The history behind Thanksgiving – with its strange blend agrarian, protestant and, uncomfortable as it is to say, colonialist origins – is distinctly American. And yet what Thanksgiving has come to represent – spending time together with good food and good company – manifests itself throughout the world. Though as far as food as family are concerned, it’s hard to find a country with deeper roots than Italy.
The Italian love of food is a stereotype for a reason. And it culminates most strongly, and most commonly, in the sagra. Sagre, as they’re known in the plural, are held all across Italy throughout the year to celebrate any given kind of food. Half feast, half festival, they see communities come together in a public space for copious eating, drinking and merriment.
Recent sagre in Florence have included the sagra della carbonara (carbonara festival) sagra del lampredotto (Florence’s speciality tripe — don’t knock it till you’ve tried it) and, here for two days from November 17th, the sagra del cioccolato which is, yes, you guessed it — chocolate.
Taking part in a sagra is a wonderful introduction to Italian culinary culture, and going to a sagraduring the winter would be one of the best ways to get a taste of the Italian equivalent to Thanksgiving. As we approach the dead of winter, though, we can’t forget about the other main event on the festal calendar – Christmas.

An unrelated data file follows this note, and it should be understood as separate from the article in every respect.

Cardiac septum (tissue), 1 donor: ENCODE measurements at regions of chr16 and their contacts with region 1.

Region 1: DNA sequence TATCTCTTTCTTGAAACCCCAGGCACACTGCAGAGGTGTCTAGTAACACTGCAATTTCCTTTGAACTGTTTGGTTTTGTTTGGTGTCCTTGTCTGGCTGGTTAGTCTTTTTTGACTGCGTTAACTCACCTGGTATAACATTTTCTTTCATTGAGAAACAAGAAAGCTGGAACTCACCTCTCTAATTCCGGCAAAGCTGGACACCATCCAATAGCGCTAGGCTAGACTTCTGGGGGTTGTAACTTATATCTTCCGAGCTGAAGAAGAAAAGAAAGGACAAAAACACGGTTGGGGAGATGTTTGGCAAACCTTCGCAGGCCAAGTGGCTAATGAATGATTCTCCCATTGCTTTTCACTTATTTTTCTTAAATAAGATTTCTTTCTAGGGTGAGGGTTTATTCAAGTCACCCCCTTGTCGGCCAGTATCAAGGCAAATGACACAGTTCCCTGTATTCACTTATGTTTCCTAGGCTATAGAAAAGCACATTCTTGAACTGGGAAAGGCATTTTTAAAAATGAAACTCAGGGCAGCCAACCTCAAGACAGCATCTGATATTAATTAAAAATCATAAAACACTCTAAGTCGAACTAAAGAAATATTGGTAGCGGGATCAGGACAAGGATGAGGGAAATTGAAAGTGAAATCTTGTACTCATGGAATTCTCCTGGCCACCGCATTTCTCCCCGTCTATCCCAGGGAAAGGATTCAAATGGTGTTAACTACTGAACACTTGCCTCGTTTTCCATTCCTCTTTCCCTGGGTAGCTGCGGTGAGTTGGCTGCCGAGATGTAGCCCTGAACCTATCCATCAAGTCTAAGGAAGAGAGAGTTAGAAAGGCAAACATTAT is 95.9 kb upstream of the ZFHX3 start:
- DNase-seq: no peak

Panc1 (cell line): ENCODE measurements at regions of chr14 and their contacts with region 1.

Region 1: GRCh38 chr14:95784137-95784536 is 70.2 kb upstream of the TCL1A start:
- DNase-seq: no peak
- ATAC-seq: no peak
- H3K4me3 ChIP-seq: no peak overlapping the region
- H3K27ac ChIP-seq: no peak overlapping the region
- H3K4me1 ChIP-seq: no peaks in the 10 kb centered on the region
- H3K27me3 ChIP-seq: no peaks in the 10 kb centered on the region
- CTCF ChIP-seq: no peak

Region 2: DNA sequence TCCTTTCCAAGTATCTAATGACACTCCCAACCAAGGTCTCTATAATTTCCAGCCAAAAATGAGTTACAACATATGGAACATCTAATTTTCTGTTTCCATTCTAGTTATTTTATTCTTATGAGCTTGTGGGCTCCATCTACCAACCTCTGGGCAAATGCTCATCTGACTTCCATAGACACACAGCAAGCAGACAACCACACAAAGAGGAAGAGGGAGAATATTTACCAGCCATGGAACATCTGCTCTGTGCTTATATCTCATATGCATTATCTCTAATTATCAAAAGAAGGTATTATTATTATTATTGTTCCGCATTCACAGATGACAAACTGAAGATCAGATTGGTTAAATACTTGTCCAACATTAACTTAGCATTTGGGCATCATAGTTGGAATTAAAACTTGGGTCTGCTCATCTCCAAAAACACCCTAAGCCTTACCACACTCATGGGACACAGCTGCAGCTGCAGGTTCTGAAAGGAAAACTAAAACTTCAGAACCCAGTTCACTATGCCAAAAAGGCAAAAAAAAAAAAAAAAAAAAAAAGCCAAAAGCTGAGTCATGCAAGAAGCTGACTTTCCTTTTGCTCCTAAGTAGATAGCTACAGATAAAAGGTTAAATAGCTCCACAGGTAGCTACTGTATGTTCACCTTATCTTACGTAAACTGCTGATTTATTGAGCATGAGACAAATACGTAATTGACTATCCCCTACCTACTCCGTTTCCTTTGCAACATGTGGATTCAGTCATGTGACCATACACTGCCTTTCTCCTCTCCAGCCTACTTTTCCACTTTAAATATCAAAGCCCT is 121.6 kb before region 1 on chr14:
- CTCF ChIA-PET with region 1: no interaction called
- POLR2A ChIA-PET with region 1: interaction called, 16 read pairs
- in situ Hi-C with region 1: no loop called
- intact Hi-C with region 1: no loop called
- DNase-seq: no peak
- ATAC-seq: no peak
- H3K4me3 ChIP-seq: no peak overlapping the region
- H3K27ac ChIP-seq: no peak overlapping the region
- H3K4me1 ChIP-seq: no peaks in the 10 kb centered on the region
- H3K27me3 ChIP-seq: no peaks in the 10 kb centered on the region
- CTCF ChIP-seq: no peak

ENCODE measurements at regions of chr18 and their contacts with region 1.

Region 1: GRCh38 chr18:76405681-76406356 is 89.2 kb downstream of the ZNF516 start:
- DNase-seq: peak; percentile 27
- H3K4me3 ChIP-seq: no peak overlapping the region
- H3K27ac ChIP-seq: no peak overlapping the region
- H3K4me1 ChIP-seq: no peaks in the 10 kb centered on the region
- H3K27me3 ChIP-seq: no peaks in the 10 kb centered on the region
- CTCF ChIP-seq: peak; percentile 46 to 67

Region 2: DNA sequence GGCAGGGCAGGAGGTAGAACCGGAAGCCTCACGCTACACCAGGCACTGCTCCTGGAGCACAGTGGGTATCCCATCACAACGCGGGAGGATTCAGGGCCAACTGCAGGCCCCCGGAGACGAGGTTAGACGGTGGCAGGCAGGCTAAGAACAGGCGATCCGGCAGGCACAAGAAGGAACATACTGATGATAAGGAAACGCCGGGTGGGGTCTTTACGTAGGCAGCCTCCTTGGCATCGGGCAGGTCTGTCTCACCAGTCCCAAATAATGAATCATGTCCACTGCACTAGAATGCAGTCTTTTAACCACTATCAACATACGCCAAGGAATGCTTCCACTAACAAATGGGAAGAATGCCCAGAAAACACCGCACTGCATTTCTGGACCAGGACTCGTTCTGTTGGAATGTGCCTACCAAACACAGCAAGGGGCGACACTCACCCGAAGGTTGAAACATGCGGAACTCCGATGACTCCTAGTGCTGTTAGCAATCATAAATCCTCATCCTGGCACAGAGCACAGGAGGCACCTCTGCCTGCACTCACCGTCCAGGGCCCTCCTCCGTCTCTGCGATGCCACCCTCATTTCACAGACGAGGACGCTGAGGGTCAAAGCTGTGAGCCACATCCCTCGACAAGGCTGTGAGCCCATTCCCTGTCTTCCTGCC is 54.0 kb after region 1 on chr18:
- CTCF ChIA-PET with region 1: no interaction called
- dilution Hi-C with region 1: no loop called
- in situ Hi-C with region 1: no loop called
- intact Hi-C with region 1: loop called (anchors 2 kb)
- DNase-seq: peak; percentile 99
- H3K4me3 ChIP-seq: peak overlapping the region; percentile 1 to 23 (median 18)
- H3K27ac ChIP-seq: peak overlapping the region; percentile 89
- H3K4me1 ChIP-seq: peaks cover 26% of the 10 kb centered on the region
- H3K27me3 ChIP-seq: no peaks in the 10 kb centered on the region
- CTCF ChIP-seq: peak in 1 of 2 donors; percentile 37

Because Italy is still very much a Catholic nation (as you’d expect, given it’s home to the Vatican), religious services in ancient churches play a more central part in the Italian Christmas – or “Natale”, as it’s called – than in our own. But the the more secular acts of gift-giving and feasting punctuate these religious proceedings, and in households up and down the country Italians deck their tables with Italian Christmas food (though the exact culinary traditions vary according to region).
Next month, we’ll be publishing a series of articles about spending Christmas and New Year in Italy, looking at our three favourite cities of Florence, Venice and Rome. If you’re coming to Italy before, around Thanksgiving, though, and want to explore any of these cities in the company of one of our expert guides, get in touch or visit our website, where we have a detailed list of all our tours as well as the option to tailor your own. So until next time, from all of us at Roman Candle Tours – happy holidays!
If you liked this article, read also “Visiting Florence In Fall“